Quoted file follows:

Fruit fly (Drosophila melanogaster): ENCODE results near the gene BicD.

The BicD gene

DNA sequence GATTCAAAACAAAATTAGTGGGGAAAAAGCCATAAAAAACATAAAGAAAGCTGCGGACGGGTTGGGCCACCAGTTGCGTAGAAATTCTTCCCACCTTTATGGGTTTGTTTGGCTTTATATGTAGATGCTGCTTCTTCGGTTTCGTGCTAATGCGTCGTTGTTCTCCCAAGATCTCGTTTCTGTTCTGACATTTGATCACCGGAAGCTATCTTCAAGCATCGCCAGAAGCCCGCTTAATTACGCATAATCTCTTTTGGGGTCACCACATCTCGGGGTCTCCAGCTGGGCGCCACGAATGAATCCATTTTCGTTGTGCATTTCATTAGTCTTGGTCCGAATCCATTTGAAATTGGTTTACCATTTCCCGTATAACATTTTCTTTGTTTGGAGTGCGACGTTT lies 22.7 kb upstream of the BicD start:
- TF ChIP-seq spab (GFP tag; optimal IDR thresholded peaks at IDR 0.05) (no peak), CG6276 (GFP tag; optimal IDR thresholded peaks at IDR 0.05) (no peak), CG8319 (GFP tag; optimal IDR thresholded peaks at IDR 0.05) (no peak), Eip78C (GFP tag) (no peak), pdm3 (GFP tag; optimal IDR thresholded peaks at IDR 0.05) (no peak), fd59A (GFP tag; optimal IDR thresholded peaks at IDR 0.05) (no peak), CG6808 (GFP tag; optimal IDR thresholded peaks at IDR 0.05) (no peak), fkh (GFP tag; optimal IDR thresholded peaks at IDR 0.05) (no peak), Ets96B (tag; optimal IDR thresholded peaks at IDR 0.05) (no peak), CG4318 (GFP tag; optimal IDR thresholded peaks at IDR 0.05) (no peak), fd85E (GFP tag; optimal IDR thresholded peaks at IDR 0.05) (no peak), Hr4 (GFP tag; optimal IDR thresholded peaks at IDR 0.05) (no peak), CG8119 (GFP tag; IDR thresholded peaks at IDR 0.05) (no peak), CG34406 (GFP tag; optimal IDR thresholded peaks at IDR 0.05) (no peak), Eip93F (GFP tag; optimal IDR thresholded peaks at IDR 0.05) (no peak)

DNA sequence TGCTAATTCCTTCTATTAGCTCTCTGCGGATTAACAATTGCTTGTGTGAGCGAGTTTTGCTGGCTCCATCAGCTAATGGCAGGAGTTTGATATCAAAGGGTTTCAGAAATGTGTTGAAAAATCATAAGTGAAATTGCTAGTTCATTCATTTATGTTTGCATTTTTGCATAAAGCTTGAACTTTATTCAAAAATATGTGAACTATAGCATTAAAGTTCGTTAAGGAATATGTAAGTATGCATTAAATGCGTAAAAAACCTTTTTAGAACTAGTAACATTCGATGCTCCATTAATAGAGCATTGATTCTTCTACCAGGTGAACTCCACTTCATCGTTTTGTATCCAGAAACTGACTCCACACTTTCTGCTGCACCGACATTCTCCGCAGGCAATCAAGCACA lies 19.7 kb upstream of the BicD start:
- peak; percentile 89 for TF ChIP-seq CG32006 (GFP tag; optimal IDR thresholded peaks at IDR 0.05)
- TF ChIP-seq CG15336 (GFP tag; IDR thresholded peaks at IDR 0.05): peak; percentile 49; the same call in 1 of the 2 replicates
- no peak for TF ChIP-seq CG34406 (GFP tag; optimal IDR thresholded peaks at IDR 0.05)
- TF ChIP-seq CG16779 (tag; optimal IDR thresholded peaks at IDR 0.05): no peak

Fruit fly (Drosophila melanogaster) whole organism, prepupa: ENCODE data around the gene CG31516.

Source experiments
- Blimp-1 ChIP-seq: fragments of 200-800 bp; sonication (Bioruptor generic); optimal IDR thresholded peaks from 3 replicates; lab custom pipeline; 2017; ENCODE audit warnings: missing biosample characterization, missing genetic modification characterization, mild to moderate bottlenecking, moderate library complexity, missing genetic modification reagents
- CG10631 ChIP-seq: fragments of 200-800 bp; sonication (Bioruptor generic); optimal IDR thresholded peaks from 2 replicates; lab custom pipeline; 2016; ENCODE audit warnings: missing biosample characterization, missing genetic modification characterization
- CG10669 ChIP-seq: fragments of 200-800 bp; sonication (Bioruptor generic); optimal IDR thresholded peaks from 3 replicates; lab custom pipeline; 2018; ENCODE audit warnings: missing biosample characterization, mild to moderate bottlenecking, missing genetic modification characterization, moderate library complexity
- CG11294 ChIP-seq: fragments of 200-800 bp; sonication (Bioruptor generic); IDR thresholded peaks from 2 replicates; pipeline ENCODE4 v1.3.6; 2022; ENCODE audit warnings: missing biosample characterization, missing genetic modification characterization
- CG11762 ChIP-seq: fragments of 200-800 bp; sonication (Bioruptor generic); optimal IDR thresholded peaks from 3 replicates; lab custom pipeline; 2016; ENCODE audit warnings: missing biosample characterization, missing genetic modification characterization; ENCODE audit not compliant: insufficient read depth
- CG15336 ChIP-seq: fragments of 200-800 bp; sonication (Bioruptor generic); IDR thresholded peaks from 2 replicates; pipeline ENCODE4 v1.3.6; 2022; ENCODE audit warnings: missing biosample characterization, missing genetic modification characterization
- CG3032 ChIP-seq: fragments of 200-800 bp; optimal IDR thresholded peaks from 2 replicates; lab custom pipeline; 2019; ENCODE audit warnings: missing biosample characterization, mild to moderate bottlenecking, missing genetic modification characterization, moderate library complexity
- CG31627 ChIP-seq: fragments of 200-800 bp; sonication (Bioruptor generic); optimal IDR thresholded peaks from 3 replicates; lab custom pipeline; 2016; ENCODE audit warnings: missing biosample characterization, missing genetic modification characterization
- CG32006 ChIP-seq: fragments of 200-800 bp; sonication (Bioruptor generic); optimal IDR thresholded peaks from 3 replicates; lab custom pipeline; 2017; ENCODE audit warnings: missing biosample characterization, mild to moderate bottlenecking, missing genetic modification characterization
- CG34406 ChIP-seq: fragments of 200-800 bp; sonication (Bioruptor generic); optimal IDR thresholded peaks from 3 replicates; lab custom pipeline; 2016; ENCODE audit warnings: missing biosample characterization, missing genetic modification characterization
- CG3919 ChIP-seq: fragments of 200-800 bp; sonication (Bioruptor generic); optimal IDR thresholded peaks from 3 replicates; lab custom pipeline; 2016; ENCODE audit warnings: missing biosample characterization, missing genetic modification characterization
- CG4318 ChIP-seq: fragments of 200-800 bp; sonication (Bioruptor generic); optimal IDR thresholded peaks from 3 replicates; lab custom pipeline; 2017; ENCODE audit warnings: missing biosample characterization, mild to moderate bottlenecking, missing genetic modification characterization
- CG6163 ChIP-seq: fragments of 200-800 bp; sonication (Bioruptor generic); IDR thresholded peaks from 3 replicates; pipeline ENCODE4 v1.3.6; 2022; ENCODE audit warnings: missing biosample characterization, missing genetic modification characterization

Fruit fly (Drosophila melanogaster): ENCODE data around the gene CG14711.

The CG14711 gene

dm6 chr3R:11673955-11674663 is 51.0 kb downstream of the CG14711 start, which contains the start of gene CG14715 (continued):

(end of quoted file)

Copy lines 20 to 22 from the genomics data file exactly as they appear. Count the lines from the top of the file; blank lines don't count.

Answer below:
- CG32006 ChIP-seq: fragments of 200-800 bp; sonication (Bioruptor generic); optimal IDR thresholded peaks from 3 replicates; lab custom pipeline; 2017; ENCODE audit warnings: missing biosample characterization, mild to moderate bottlenecking, missing genetic modification characterization
- CG34406 ChIP-seq: fragments of 200-800 bp; sonication (Bioruptor generic); optimal IDR thresholded peaks from 3 replicates; lab custom pipeline; 2016; ENCODE audit warnings: missing biosample characterization, missing genetic modification characterization
- CG3919 ChIP-seq: fragments of 200-800 bp; sonication (Bioruptor generic); optimal IDR thresholded peaks from 3 replicates; lab custom pipeline; 2016; ENCODE audit warnings: missing biosample characterization, missing genetic modification characterization